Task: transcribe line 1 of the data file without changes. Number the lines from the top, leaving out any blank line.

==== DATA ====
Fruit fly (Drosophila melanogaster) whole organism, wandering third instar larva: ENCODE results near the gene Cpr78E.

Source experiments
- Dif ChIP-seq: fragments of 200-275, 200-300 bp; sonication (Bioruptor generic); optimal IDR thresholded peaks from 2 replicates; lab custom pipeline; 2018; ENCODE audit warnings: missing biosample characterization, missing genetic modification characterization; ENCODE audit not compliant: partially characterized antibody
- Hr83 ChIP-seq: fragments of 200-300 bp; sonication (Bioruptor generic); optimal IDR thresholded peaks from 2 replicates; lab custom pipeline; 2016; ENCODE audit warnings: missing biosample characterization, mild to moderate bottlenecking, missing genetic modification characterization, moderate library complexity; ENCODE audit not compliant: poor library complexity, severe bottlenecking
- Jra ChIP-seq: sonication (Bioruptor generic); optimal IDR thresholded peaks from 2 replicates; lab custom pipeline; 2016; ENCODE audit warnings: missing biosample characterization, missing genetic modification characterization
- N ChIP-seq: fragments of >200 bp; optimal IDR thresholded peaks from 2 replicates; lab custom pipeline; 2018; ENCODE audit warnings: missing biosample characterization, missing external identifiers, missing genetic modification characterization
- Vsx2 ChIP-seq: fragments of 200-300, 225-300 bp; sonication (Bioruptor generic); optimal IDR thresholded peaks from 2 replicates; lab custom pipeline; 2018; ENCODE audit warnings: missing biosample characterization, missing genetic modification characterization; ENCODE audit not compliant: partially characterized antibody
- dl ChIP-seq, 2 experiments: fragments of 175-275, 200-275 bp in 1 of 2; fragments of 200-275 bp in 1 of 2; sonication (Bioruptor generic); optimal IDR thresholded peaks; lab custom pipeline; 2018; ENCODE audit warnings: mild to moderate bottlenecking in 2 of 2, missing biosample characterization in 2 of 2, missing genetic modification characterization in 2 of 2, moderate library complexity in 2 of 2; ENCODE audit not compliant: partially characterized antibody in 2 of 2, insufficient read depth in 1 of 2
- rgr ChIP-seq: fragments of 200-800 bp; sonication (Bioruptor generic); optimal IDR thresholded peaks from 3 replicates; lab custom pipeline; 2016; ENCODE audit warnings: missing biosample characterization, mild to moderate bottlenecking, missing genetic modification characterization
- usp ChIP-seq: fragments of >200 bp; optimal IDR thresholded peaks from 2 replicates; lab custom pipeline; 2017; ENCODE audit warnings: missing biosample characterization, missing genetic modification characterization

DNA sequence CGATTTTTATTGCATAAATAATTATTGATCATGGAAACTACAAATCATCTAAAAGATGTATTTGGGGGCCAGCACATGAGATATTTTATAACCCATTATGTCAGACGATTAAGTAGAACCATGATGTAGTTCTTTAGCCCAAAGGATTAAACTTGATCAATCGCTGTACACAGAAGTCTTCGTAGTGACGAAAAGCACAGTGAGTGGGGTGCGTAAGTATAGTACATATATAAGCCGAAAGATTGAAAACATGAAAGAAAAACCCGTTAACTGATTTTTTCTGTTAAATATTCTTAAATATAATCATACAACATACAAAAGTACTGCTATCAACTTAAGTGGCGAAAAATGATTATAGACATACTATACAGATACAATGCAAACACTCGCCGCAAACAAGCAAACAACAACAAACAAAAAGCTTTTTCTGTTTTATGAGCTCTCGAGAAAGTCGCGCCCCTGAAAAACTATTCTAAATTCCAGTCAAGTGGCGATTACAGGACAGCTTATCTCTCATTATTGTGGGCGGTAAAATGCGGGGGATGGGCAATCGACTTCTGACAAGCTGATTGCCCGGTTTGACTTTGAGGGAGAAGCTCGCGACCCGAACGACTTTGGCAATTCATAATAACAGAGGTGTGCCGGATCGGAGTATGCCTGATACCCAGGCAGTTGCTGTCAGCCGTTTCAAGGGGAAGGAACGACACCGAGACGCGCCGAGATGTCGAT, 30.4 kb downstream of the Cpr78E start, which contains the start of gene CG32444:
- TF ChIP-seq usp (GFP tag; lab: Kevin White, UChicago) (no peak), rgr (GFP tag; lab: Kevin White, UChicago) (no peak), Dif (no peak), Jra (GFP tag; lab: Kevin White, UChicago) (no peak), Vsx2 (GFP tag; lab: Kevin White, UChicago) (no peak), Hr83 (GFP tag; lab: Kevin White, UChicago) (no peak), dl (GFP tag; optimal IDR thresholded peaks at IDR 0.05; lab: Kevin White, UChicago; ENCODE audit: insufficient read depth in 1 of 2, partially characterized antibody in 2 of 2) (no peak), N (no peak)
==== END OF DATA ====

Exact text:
Fruit fly (Drosophila melanogaster) whole organism, wandering third instar larva: ENCODE results near the gene Cpr78E.